Period pieces of the indie variety are hard to come by, and Daniel H. Jacobson’s ambitious romance drama, 1805, certainly has a lot going for it. Set during a turbulent time of slavery in Virginia, the short spotlights the escape of a plantation worker, Basammer (Nathanial J. Ryan), and his wife, Marfay (Michelle Kariuki).
Chattel slavery is on its way to abolition in the North, and on the farm of Jared Cory (Ross Denyer), one man makes the bold decision to risk it all for a better life. Leaving the plantation alongside his wife Marfay, Basammer flees towards the Mason-Dixon line, with the couple’s future only becoming more uncertain as they travel further away.
Jacobson and his team definitely have the technical know-how to craft such a demanding film. Cinematographer Raz Birger’s camerawork is sharp and vibrant, beautifully showcasing authentic production design work from Lyndsey Hinkle. Jacobson does a fine job as both director, editor, and screenwriter, with the script in particular, showing commendable nuance in the more dialogue-heavy sequences. Ryan and Kariuki do standout work with what they are given, lending authenticity to their characters.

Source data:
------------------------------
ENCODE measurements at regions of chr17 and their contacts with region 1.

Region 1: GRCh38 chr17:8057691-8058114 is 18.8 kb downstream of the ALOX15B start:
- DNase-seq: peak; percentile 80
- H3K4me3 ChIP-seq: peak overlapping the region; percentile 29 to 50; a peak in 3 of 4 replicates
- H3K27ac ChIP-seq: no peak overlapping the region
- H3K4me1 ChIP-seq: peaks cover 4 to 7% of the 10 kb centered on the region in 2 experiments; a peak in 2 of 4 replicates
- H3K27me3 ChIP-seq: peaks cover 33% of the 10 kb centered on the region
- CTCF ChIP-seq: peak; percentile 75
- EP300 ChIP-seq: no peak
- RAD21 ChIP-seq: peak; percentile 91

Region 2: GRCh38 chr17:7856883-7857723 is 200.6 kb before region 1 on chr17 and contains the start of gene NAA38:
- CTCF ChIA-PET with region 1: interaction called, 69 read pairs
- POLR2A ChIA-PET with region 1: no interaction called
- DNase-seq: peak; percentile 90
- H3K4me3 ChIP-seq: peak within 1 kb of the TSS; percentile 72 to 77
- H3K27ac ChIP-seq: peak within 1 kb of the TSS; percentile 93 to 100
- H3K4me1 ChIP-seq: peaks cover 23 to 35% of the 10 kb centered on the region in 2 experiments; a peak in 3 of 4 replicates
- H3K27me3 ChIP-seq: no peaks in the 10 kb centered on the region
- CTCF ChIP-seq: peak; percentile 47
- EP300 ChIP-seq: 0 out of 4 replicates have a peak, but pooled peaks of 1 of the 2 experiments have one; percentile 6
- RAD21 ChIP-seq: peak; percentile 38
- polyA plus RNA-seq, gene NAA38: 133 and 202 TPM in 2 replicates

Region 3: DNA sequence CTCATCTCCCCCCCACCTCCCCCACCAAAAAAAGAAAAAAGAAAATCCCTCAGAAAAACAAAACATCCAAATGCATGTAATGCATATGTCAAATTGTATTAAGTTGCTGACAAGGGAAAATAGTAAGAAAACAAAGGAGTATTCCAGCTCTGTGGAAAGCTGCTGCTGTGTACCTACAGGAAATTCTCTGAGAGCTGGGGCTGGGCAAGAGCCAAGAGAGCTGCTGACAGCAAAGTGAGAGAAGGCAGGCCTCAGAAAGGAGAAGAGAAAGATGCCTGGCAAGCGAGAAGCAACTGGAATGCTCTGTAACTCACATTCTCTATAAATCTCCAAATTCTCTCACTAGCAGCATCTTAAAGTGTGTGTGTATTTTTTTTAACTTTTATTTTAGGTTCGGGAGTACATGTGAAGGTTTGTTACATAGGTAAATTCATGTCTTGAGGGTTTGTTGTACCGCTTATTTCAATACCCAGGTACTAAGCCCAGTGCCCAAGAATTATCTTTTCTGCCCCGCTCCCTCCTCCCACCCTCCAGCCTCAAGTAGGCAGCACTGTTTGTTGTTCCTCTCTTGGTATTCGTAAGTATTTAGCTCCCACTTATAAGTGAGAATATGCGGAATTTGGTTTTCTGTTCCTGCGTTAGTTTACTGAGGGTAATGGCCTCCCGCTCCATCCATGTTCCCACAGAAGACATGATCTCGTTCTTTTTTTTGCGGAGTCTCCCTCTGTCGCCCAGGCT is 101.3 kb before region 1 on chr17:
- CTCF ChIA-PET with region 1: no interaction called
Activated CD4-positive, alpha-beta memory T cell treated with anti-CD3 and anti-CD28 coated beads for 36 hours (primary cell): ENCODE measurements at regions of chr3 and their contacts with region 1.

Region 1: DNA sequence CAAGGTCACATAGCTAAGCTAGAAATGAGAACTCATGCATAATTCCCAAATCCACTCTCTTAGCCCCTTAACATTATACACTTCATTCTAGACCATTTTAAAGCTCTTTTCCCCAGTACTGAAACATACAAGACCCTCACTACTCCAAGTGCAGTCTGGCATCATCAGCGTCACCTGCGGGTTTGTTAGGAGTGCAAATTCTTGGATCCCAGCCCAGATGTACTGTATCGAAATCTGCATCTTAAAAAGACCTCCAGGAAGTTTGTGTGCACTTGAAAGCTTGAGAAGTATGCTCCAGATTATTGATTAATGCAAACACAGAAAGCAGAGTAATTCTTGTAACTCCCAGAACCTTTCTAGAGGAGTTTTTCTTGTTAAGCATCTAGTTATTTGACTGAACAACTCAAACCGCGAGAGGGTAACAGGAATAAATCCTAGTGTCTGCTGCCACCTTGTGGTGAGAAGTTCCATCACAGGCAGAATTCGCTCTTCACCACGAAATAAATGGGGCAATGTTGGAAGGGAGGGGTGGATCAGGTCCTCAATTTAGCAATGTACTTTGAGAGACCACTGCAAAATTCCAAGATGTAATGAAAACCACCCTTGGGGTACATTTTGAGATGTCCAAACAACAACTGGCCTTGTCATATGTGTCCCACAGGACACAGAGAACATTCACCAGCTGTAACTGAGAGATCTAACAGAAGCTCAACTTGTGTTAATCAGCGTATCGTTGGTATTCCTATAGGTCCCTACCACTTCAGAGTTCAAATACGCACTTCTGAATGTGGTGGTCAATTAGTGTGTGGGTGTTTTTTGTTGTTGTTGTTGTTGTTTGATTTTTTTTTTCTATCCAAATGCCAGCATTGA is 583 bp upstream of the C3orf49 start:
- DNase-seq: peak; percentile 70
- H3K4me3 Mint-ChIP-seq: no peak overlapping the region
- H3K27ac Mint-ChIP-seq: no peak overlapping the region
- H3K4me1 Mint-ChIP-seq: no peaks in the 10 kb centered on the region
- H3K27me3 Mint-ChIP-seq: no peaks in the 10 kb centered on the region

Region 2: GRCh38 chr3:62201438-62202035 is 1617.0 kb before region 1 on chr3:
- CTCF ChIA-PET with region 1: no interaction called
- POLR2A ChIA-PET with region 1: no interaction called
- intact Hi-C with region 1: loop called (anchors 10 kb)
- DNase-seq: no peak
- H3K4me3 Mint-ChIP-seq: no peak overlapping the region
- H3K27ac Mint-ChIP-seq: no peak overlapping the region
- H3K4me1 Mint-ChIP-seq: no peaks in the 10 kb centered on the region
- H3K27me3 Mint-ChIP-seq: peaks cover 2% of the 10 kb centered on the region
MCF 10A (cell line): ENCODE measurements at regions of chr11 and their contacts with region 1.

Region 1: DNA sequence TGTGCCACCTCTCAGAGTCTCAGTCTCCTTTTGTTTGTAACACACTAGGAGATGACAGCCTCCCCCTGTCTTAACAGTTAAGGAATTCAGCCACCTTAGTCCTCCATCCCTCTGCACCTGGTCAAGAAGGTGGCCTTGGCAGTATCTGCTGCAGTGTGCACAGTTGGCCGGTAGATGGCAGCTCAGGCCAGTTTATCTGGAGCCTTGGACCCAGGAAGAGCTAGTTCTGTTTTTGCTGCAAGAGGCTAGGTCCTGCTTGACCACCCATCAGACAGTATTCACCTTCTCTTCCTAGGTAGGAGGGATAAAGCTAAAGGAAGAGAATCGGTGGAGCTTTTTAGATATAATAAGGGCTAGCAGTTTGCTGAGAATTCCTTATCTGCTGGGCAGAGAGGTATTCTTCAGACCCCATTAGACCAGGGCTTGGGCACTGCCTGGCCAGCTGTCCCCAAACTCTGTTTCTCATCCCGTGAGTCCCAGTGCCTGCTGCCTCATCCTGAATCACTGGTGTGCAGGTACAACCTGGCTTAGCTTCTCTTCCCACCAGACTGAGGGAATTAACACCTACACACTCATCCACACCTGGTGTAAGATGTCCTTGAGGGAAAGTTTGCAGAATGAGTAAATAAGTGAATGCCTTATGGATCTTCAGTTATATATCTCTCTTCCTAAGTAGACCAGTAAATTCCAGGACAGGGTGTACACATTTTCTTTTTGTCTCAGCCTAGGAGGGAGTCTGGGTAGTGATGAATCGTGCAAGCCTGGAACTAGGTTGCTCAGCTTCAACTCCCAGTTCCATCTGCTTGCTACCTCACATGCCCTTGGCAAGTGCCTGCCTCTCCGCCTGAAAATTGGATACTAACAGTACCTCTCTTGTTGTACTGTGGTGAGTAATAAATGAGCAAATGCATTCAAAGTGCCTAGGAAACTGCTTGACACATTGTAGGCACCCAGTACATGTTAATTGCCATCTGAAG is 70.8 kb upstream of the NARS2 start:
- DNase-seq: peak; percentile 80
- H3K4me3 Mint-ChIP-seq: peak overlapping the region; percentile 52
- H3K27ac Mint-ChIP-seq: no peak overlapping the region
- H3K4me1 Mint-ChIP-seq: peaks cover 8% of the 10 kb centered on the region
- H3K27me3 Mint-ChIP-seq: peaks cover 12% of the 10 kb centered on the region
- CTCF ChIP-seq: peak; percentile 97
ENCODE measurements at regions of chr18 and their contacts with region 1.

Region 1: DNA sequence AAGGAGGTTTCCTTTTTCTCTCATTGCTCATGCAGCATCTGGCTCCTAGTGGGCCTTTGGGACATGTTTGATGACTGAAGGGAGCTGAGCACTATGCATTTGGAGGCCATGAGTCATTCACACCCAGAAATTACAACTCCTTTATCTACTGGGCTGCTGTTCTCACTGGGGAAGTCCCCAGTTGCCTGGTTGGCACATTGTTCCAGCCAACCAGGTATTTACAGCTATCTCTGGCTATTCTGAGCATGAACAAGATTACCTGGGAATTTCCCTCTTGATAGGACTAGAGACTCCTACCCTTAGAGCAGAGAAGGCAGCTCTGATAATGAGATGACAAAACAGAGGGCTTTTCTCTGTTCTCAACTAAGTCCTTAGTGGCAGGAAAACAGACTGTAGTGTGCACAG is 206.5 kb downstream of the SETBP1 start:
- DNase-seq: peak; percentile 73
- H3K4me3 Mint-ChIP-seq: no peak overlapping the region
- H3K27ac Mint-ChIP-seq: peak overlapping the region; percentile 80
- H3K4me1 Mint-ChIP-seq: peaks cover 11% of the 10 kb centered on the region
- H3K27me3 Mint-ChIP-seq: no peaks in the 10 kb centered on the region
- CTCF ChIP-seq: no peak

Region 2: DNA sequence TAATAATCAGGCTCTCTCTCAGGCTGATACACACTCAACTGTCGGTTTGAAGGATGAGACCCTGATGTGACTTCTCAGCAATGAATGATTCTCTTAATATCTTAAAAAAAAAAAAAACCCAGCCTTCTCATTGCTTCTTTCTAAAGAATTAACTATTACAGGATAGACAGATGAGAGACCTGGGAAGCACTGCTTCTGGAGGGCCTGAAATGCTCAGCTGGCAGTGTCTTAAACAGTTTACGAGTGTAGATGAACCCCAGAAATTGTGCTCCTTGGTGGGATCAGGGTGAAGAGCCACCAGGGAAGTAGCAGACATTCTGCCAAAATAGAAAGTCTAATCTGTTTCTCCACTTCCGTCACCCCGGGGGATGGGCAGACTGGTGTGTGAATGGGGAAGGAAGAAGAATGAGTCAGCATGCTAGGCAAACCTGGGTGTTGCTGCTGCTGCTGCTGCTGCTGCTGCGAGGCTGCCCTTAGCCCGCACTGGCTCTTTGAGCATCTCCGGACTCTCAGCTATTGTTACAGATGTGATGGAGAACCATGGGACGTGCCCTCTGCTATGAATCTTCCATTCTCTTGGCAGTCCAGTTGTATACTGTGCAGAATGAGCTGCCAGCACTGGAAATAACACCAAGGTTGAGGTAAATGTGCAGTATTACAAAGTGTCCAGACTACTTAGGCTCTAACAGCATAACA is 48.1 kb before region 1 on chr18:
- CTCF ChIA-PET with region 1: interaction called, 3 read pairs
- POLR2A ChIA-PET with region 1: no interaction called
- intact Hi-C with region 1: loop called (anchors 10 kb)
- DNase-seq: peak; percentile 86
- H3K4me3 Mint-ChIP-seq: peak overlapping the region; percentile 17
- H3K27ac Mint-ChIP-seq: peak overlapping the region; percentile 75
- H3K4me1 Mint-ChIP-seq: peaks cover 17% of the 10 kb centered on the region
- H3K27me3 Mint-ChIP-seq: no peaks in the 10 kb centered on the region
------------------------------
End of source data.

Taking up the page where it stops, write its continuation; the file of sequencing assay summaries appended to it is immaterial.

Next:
At its core, Jacobson has a love story to frame his complex subject matter through, and the time period backs up all the tension throughout. Yet, the filmmakers seem too leisurely as far as pacing is concerned. At just under thirty minutes, 1805 feels like it could have been half that, or at the very least, more brisk. Shots go on for a touch too long, and the actual escape itself is filmed with no sense of urgency needed. All that being said, though, the third act does carry with it a final twist that comes out of left field.
So while 1805 feels long in places, it still manages to present a handful of great performances from its core cast, and a story that puts a new perspective on well-known historical events.